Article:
“If our stock of mid-century modern housing was as substantial as our stock of Victorian housing, we might look different upon that, “ Proakis said. “But the way our little four-square miles of the world is set up here, we felt that was a reasonable step for us.”
The Mid Century period of American architecture covers a range of homes, from highly styled Modernist classics, to the plainer utilitarian ranch and contemporaries that were built in bunches during the post-war boom.
Yet because Somerville had a 50-year cutoff for properties targeted for demolition, a plain ranch home in Winter Hill built in 1956 had to undergo the same review as any older, more graceful Victorian or Italiante home in the city. In 2014, a developer wanted to knock down the ranch home for new housing.
The city review first flagged the house as potentially “significant” because a Somerville politician had lived there in the 1950s, a finding that could have prevented its demolition.
But the Historic Preservation Commission ultimately concluded that demolition would not “be detrimental to the heritage of the City,” in part because of the “frequency of this type of residential dwelling throughout the nation, and the building’s lack of architectural distinction.”
“There are buildings that were built after World War II that are not historically significant and that a lot of the time has stalled development,” Valdes said.
Like many local communities, Somerville needs more housing. Proakis said there is a shortage of some 4,000-plus housing units, so making it easier to demolish some buildings from the ‘50s and ‘60s in order to build new, larger properties could help.
Amherst is also considering updating its demolition delay bylaw. The Western Massachusetts town has a lot of younger homes — about one-fifth of its housing stock was built between 1940 and 1970, mostly outside the town center. Amherst Historical Commission member Janet Marquardt said local contractors and developers are pushing to change the cut-off age for demolition delays from 50 to 75 years.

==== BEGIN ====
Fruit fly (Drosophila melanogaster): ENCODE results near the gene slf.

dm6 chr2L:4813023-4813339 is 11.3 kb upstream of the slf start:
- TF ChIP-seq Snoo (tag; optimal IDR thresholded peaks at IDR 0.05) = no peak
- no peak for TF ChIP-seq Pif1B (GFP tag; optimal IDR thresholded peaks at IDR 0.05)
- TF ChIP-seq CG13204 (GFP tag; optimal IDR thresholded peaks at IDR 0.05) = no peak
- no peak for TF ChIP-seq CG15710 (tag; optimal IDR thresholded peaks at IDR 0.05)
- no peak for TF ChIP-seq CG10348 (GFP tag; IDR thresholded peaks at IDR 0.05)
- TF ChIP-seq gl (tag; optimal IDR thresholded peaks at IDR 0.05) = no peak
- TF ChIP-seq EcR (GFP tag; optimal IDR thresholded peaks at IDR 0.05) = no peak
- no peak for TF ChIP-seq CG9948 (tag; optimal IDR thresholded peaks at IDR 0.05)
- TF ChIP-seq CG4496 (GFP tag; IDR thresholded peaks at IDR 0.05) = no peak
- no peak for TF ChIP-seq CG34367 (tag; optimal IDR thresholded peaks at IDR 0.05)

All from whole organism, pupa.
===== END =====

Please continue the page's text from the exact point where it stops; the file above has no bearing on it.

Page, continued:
“They don’t want to start dealing with the ’50s and ’60s as historic,” Marquardt said. “A lot of contractors that do work on the bulk of houses in our region are facing those kind of houses and don’t want restrictions on what they can and cannot take down.”
“When most of these bylaws were written, they were written in the ’60s and ’70s when people became aware of their 18th- and 19th-century heritage and the buildings that were historic for New England,” Marquardt said. “There’s a certain idea about New England for tourism.”
“It affirms that traditional-style of housing as being the historic housing and what comes after it as having less culturally significant,” Cephas said.
Cephas said the Somerville age cutoff runs counter to the prevailing trends in preservation, in which younger properties are more likely to be considered “historic.”
“It’s a result of the telescoping effect of history that we’ve all experienced,” Cephas said. “So much is happening that times close to us feel very far. So it’s interesting that Somerville is going in the opposite direction and proposing a longer span of time to consider something historic.”